So, normally, if you run into the error "The operation can’t be completed because the item ... is in use" while trying to modify a file, you look up what is using the file with sudo lsof | grep <filename or part of filename>.

I'm having a problem where this doesn't work. The file in question is on a shared network drive (Active Desktop I believe, or something like that). The file is not in use on my machine - the above lsof Terminal command gives nothing. So it seems that something else on the network is causing the file to be in use.

Nothing I've tried (lsof, Get Info, rebooting, force-quitting Finder, opening the file in its own application...) helps or gives any clue about why it's locked like this.

How can I find out who or what on the network is using a particular file?

Background for my specific case: for me, the file in question is one of those hidden ~$whatever.xlsx or ~$whatever.xlmx 'ghost' temporary files that Excel for Mac likes to create, which cause Excel files to become uneditable when people inevitably disconnect from the network without closing Excel.

Normally, the easy fix is to delete the ghost file. This normally works fine - but at the moment it's not working with the above error and there's no clue I can see why not.

Also, normally, opening Excel files that are locked by a user gives a message like "Locked for editting by <username>". There's no such message for this, which is unusual (but maybe just Excel for Mac being glitchy, probably not related to the general question).

On a Mac Pro running Lion (Excel for Mac 2011 in case that is relevant).

  • Try using app called Little Snitch, that might tell you that.
    – Ruskes
    Commented Sep 11, 2013 at 10:59
  • Thanks for the tip - Little Snitch looks interesting, but, it looks like it's more about software on my machine sending data to a network - whereas I'm looking for data about a file on a network drive being used by another network user. Maybe it might work if I installed it on the network drive itself... but in my case, IT* would freak out if I tried to do that (*IT sadly know little/nothing about Macs so aren't much help here...) Commented Sep 11, 2013 at 11:08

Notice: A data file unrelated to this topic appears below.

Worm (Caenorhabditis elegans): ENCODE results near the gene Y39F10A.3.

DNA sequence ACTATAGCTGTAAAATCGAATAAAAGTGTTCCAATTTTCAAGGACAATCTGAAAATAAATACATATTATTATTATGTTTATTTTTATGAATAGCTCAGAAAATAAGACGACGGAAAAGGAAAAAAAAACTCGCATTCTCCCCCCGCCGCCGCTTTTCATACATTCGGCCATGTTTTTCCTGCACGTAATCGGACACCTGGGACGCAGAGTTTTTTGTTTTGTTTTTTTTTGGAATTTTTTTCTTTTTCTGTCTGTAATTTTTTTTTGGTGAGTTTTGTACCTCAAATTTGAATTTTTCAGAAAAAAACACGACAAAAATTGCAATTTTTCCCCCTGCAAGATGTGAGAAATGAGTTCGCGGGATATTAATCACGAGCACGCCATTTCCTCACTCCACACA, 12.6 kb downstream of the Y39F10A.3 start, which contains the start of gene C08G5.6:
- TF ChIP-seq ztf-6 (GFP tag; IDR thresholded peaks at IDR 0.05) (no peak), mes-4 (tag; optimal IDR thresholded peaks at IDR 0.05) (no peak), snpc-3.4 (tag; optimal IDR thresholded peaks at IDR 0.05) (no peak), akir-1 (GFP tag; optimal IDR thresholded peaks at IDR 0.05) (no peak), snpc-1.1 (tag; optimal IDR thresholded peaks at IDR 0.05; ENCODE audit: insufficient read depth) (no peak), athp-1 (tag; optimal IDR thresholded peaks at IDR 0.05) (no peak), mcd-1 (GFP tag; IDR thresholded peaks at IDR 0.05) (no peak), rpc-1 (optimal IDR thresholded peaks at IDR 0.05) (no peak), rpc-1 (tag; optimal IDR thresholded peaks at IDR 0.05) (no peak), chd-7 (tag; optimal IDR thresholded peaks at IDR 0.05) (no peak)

• OK, with the new information provided, I do not think you can find that out, but your IT Mac expert could.
    – Ruskes
    Commented Sep 11, 2013 at 11:53
  • Sadly there is no IT mac expert... Just checking I've understood correctly: are you saying that you think that information about which user is using the file will only be available from the network server itself? So the data that my Mac gets telling it the file is unavailable will not include any data about why? (so the Mac just gets a binary "no" which it presumes is because the file is in use, rather than accessing any kind of actual live usage data?) Commented Sep 11, 2013 at 13:11
  • You mean Finder? Yes, it's set up so Finder browses it from /Volumes/pc/<directory structure> so I can do Get Info etc on all the files. It's listed under /Volumes as an ejectable drive (format SMB (NTFS)) Commented Sep 11, 2013 at 13:20

1 Answer 1


I have often been able to delete otherwise not deletable files by deleting the file in Terminal:

sudo rm /path/to/the/file/to/delete

Without sudo it still fails for me but ad it and files vanish like magic. If you don't know the specific unix file path just type "sudo rm " and then drag the file into the open Terminal window and it will insert the file.

Press ENTER, authenticate with your admin password and the file SHOULD vanish.

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